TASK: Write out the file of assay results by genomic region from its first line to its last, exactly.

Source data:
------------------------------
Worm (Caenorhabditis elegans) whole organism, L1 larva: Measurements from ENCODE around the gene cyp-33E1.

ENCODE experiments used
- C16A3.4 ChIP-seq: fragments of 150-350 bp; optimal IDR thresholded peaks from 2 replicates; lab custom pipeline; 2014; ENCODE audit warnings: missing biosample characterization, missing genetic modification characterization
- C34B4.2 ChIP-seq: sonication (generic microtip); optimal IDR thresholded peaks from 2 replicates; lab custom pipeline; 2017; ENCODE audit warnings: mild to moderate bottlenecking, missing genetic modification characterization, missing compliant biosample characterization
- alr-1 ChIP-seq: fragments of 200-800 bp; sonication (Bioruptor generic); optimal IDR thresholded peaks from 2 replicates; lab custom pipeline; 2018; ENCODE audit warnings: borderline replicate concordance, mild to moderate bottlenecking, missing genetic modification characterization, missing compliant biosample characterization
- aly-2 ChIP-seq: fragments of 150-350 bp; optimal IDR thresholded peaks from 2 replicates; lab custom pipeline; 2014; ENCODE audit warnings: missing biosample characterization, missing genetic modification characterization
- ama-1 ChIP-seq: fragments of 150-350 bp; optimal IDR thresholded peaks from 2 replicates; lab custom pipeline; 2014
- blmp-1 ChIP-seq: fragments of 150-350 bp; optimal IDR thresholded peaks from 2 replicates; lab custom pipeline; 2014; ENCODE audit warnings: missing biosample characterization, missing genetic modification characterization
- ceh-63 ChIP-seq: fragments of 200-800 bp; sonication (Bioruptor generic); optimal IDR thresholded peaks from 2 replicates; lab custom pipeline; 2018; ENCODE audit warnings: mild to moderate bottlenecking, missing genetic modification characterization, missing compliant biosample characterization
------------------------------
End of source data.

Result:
Worm (Caenorhabditis elegans) whole organism, L1 larva: Measurements from ENCODE around the gene cyp-33E1.

ENCODE experiments used
- C16A3.4 ChIP-seq: fragments of 150-350 bp; optimal IDR thresholded peaks from 2 replicates; lab custom pipeline; 2014; ENCODE audit warnings: missing biosample characterization, missing genetic modification characterization
- C34B4.2 ChIP-seq: sonication (generic microtip); optimal IDR thresholded peaks from 2 replicates; lab custom pipeline; 2017; ENCODE audit warnings: mild to moderate bottlenecking, missing genetic modification characterization, missing compliant biosample characterization
- alr-1 ChIP-seq: fragments of 200-800 bp; sonication (Bioruptor generic); optimal IDR thresholded peaks from 2 replicates; lab custom pipeline; 2018; ENCODE audit warnings: borderline replicate concordance, mild to moderate bottlenecking, missing genetic modification characterization, missing compliant biosample characterization
- aly-2 ChIP-seq: fragments of 150-350 bp; optimal IDR thresholded peaks from 2 replicates; lab custom pipeline; 2014; ENCODE audit warnings: missing biosample characterization, missing genetic modification characterization
- ama-1 ChIP-seq: fragments of 150-350 bp; optimal IDR thresholded peaks from 2 replicates; lab custom pipeline; 2014
- blmp-1 ChIP-seq: fragments of 150-350 bp; optimal IDR thresholded peaks from 2 replicates; lab custom pipeline; 2014; ENCODE audit warnings: missing biosample characterization, missing genetic modification characterization
- ceh-63 ChIP-seq: fragments of 200-800 bp; sonication (Bioruptor generic); optimal IDR thresholded peaks from 2 replicates; lab custom pipeline; 2018; ENCODE audit warnings: mild to moderate bottlenecking, missing genetic modification characterization, missing compliant biosample characterization